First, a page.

Mathematicians in Scotland calculate that “self-replicating” alien probes could already have explored our solar system and may still be here but undetectable to our current technologies.
The new calculations, reported in the International Journal of Astrobiology this week, expanded on the previous work by using “self-replicating” probes in the computer models to see how the self-replication would affect the timescale.
The robotic probes could explore our galaxy and self-replicate themselves from interstellar dust and gas, after which the parent and child probes would each set off for a different star, where they would look for signs of life and then self-replicate themselves again. The probes would therefore disperse themselves radially across space.In all the scenarios the scientists looked at, exploration timescales were reduced when the probes were self-replicating, and they concluded that a fleet of self-replicating probes could travel at only 10% of the speed of light and still explore the entire Galaxy in the relatively short time of 10 million years. This is a tiny fraction of the age of the Earth and the scientists say the results reinforce the idea of the “Fermi Paradox.”Dr Forgan said that the fact that we have not detected or seen any evidence of alien probes in the solar system suggests there have been no probe-building civilizations in the Milky Way in the last few million years or that the probes are so hi-tech we are unable to detect them. Another possibility is that probes could be programmed to make contact only with civilizations that pass a set measure of intelligence, which could be the ability to detect the probes.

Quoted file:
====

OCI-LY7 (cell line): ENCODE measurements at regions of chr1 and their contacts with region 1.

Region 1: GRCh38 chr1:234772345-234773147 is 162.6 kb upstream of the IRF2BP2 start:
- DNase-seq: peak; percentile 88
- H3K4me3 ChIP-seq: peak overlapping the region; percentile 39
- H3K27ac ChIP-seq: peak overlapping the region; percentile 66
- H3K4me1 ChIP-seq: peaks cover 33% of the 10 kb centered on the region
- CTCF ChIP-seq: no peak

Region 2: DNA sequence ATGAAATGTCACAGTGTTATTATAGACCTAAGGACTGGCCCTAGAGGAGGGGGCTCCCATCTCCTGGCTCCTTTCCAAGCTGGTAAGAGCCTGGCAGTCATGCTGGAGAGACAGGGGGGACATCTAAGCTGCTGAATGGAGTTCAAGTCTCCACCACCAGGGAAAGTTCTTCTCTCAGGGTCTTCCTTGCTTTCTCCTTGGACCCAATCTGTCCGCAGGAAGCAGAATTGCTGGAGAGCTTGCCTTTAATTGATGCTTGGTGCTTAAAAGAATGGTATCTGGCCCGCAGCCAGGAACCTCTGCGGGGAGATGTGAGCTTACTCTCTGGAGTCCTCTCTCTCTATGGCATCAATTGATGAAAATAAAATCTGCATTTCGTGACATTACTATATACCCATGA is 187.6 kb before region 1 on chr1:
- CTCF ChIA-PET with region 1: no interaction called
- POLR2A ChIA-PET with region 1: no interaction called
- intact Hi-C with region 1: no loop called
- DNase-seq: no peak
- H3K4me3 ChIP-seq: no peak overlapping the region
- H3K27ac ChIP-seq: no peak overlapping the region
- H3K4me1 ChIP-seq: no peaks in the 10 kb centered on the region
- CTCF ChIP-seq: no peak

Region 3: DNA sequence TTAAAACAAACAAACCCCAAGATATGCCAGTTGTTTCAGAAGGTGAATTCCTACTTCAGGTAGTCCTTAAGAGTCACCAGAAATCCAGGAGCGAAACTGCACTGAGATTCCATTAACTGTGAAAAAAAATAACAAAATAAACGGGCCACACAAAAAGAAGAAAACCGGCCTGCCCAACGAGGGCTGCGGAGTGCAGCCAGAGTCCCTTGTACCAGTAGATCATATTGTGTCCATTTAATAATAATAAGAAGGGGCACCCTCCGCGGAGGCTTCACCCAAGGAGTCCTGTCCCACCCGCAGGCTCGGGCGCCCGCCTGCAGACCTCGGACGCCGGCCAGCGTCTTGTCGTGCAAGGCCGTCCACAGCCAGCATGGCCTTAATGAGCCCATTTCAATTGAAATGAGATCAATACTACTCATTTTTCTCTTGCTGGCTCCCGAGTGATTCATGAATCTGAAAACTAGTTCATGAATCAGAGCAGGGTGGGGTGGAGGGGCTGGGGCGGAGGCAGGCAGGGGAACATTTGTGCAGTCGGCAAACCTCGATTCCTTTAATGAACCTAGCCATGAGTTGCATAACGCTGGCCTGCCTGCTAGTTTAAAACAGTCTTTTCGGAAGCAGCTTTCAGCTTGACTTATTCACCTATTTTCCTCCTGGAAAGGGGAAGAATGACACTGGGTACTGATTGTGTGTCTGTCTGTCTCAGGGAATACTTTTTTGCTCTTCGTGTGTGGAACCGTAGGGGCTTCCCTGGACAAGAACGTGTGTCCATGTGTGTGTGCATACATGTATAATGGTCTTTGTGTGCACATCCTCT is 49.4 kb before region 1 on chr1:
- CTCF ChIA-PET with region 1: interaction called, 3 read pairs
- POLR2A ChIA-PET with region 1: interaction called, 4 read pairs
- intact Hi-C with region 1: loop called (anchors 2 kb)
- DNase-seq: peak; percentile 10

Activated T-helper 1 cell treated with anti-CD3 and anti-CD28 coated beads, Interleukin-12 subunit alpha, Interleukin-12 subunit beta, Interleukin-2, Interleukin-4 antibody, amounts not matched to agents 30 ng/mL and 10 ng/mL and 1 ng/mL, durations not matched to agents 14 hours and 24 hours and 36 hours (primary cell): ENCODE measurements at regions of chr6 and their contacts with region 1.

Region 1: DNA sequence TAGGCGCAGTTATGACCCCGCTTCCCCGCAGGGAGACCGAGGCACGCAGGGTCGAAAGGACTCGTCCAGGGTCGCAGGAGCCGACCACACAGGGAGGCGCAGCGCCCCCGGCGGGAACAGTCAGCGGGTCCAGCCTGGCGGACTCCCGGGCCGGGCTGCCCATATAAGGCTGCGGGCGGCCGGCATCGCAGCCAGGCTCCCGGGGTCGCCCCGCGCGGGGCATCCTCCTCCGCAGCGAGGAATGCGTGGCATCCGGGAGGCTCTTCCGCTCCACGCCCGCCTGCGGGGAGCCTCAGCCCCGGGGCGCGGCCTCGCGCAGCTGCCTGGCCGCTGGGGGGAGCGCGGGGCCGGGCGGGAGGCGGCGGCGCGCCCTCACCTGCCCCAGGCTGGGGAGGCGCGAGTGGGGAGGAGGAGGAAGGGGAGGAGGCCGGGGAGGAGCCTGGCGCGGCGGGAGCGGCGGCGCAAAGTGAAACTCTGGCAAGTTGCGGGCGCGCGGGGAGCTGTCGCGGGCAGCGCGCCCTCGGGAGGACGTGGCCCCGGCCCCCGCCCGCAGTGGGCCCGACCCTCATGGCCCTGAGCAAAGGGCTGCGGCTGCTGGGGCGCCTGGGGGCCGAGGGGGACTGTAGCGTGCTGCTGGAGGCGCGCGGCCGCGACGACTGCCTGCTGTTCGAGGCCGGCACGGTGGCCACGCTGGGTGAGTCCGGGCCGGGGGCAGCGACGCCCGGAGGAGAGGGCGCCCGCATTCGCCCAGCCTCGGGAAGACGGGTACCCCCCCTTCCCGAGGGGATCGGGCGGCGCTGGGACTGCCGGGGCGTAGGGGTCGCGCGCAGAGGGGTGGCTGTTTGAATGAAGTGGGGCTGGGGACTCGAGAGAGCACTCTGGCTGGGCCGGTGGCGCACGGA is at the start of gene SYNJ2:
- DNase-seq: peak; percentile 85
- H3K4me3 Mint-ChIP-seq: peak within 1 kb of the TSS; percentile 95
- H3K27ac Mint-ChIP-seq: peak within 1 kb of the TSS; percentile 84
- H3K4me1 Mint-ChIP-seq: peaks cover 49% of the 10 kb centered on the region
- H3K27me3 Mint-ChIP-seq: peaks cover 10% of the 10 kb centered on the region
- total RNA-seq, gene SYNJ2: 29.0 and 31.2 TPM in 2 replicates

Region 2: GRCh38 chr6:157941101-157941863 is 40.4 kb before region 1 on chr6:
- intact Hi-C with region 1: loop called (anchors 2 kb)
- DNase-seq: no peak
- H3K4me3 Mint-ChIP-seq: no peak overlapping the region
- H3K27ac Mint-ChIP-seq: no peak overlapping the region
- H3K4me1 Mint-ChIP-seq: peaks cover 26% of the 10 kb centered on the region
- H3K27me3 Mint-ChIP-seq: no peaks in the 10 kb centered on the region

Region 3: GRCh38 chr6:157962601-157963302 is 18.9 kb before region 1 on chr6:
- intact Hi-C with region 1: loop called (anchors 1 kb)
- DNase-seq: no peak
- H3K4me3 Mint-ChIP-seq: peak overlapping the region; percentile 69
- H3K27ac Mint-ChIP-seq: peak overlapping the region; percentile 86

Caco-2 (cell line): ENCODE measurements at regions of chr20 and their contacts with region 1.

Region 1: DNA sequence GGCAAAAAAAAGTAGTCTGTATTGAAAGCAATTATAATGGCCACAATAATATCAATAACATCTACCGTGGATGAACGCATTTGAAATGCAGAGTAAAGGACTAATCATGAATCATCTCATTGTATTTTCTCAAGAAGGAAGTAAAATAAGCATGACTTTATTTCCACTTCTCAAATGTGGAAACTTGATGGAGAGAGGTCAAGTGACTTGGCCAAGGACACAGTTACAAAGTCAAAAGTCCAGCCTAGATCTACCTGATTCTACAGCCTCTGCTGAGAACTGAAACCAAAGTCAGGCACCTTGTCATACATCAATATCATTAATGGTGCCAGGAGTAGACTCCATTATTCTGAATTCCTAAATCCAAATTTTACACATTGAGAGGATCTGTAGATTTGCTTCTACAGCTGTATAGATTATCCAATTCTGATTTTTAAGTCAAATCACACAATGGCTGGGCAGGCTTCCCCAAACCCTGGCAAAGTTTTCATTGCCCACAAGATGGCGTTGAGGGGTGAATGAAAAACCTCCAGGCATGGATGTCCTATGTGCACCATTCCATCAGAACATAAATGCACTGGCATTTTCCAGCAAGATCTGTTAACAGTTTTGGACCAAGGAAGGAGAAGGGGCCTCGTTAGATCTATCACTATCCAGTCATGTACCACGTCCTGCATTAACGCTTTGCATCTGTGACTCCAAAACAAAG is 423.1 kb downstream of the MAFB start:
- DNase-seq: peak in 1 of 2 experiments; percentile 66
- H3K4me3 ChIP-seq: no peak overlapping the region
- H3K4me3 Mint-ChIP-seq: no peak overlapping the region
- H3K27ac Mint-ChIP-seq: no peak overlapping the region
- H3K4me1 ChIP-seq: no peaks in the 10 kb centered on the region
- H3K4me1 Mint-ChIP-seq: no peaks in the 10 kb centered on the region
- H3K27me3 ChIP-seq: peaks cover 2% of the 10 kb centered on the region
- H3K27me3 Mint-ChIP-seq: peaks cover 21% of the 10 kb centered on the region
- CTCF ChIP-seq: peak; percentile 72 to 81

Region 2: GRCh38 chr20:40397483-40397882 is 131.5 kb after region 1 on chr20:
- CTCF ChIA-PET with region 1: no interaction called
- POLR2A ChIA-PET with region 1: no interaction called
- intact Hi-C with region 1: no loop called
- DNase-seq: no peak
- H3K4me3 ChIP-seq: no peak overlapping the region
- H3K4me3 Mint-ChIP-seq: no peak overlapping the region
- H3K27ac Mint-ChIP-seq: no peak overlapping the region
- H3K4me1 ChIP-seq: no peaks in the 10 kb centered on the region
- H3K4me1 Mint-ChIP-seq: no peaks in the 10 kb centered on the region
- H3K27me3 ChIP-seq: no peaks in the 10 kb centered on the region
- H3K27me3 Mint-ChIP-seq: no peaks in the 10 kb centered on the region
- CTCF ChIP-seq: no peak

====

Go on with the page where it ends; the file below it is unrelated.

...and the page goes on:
I consider this possibility quite likely. Our planet has had a detectable oxygen signature for at least 2 billion years. Any alien civilization that can build orbital telescopes should know that Earth is a living planet.